It’s True: Women Perform Better in Warmer Temperatures
Ladies, listen up: it is not in your heads. You’re all as special as you’re different, which is why your productivity levels should not be measured in the same environment as men’s. What are we talking about, you ask? Well, it’s all about the room temperature in your office, and it’s finally been proven that women are more productive in warmer rooms and men more productive in cooler spaces. So, if you’ve had this argument with your colleagues before, but haven’t got answers, ask them to read this.
In a recent study, it was proven that your office temperature has an actual impact on your productivity and your work output. So, if you’ve always found yourself working well in the warm space away from your colleagues and if you’ve completed more siding installation jobs in warm weather than cold/ cooler weather, there is a scientific reason for that.
While scientists have for a long time determined that most offices have their office temperatures set lower than they should, especially in the warmer months, recent findings prove that these scientists’ claims were not ill-founded. Women’s productivity is affected by temperature, and the study published in the Journal Plos One indicated that women performed better in the common cognitive tests when the tests were performed in warmer rooms or rooms whose temperatures averaged the temperatures outdoors.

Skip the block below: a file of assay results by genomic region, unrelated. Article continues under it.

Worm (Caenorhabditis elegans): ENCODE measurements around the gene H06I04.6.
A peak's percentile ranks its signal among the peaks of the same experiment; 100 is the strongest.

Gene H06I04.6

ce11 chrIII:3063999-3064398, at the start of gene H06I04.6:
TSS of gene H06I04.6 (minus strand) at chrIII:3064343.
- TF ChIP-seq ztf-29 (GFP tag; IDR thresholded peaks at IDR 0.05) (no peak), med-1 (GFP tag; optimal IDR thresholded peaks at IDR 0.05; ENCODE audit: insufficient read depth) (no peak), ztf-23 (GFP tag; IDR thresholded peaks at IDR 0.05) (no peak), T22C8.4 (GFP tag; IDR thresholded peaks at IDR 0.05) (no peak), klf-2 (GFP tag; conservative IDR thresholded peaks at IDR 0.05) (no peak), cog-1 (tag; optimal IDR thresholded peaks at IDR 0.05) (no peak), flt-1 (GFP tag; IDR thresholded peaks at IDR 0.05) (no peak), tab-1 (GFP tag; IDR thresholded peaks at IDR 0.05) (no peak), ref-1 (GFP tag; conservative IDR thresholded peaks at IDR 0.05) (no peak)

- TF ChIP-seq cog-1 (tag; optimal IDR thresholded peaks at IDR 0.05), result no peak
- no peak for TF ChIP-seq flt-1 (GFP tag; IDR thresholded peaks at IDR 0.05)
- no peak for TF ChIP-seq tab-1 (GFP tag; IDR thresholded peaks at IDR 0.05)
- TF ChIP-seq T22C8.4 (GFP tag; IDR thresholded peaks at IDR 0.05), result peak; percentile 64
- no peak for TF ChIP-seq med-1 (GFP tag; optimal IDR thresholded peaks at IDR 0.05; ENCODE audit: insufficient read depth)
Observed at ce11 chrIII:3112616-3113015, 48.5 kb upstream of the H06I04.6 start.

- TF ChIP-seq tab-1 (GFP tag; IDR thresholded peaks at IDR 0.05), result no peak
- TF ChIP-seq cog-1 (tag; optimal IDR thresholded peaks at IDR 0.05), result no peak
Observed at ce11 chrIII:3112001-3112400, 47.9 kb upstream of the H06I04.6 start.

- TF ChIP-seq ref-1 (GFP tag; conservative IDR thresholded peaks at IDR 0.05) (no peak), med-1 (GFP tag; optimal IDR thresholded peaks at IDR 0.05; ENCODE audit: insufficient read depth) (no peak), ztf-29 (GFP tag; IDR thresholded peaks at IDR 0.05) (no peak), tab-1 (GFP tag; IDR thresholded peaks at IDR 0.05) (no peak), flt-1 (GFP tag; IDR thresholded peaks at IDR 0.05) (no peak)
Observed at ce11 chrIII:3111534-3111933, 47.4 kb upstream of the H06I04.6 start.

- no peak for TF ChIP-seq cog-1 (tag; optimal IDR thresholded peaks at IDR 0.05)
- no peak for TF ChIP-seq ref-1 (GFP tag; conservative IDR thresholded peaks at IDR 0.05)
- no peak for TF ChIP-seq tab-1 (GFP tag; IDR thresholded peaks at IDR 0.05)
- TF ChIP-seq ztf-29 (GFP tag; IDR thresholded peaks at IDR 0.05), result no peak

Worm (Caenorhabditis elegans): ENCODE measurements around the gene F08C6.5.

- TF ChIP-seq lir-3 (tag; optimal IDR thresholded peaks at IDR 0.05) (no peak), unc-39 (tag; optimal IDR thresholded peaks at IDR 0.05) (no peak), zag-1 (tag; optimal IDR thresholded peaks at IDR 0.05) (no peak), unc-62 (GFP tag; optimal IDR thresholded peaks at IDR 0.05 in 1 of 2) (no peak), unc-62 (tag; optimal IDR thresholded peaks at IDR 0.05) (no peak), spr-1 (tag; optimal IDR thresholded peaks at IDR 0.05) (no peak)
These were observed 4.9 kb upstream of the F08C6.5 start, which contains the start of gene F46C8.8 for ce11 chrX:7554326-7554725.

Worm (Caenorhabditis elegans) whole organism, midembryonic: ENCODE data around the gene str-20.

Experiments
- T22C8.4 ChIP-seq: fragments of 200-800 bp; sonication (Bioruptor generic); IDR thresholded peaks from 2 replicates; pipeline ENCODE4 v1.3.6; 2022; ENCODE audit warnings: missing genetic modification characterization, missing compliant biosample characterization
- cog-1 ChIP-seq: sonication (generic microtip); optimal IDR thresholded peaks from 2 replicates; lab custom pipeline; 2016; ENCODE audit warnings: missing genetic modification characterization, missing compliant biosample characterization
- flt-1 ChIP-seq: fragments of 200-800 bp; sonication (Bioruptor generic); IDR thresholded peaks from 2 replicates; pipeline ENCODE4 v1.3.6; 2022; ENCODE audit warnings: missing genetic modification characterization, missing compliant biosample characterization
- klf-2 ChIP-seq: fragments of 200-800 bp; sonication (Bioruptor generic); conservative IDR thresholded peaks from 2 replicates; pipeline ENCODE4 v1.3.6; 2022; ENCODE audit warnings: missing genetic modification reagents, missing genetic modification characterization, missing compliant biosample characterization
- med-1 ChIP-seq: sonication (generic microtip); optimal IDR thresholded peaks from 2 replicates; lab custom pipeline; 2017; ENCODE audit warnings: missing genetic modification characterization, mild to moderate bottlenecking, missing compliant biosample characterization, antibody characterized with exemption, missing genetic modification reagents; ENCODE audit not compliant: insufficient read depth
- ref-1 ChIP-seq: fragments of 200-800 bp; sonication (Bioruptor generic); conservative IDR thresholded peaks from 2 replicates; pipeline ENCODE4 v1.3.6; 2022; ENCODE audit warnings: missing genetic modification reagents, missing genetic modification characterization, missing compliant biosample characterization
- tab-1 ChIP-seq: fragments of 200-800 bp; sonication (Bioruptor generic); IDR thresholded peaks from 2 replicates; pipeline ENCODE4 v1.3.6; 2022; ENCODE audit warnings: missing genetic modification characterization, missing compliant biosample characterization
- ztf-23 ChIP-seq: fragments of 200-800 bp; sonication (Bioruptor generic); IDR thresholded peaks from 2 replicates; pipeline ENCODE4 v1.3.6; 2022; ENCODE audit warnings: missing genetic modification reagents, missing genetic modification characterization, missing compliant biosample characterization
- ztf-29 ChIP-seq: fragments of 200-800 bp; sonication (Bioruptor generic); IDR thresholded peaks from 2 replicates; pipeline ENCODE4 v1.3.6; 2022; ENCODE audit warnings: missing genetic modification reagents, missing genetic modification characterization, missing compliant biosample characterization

In this study carried out in Berlin, 540 college students were asked to sit through several tests in a room set to different temperatures ranging from 61-91 degrees Fahrenheit. In each scenario, the participants had to answer simple and common logical problems, as well as math questions involving 2-digit addition problems completed without a calculator. They were also required to unscramble a combo of letters to form as many German words as possible.
The results of this study revealed that the warmer temperatures allowed the female participants to answer m0ore of the verbal and math tests correctly. Also, the warmer temperatures increased their overall accuracy on the tests. The findings also revealed that a temperature increase of only one degree Celsius resulted in a 2% increase in the total number of math problems that were solved accurately by women. These findings correlated to a 1% increase in their performance in the verbal tasks.
Men, on the other hand, performed better in cooler temperatures. It was also noted that the performance of men in cooler temperatures was not as drastic as seen in the female subjects.
The researchers also revealed that working under low temperatures, the gender gap is significantly huge when it comes to the completion of math tasks and that there was no gender gap when it comes to performing math tasks as the temperatures increased.
While more research on this is necessary, given the fact that not all women perform well in warmer temperatures and not all men work well in cooler temperatures, it’s clear that office spaces should not be cooler than necessary in the warmer months if the productivity of women is to be taken seriously. The temperature should be just right for the productivity of both males and females.